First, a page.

When the Food and Drug Administration approved Stryker’s OP-1 Putty as a Humanitarian Device, it did so believing that it would only be used to help treat certain rare conditions.
However, Stryker's OP-1 Putty has been linked to adverse side effects, including the swelling of neck and throat tissue, which could lead to compression of the airway and possible death.
Take a look at what the product is and what it’s supposed to do. Stryker OP-1 Putty is made up of BMPs, which come from manufactured human protein powder and collagen. These are then mixed with a saline solution and a thickening agent to form a putty-like substance. The putty is then used to help form and repair a range of tissue types, including bone.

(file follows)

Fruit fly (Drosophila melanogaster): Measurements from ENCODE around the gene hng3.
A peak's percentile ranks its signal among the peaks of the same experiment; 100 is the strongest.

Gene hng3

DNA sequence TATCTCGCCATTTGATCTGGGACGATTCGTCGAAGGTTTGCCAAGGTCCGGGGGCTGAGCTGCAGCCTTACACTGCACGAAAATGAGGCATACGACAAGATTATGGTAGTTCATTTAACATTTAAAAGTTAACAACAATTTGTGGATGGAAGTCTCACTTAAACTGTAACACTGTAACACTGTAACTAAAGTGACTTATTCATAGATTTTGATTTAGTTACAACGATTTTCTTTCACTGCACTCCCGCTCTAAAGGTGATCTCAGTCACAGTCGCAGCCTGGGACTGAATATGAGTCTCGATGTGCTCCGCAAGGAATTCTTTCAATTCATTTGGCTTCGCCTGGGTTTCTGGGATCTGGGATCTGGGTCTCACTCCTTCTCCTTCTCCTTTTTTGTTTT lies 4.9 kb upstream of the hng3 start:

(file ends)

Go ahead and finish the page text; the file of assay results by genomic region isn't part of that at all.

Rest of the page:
In the case of the Stryker OP-1 Putty, it was approved for use to make a new kind of spinal fusion for patients who had prior failed surgeries.
But the company has been accused of trying to market the medical device for off-label use.
And in 2009, Stryker and a number of its executives faced federal charges of participating in a fraudulent marketing scheme to promote the OP-1 implant and OP-1 Putty. Several of its chief officers were also accused of making false statements to the FDA.
The problem is that BMPs have been linked to a variety of complications, including leg and back pain, cancer, inflammation, bony overgrowth and sterility.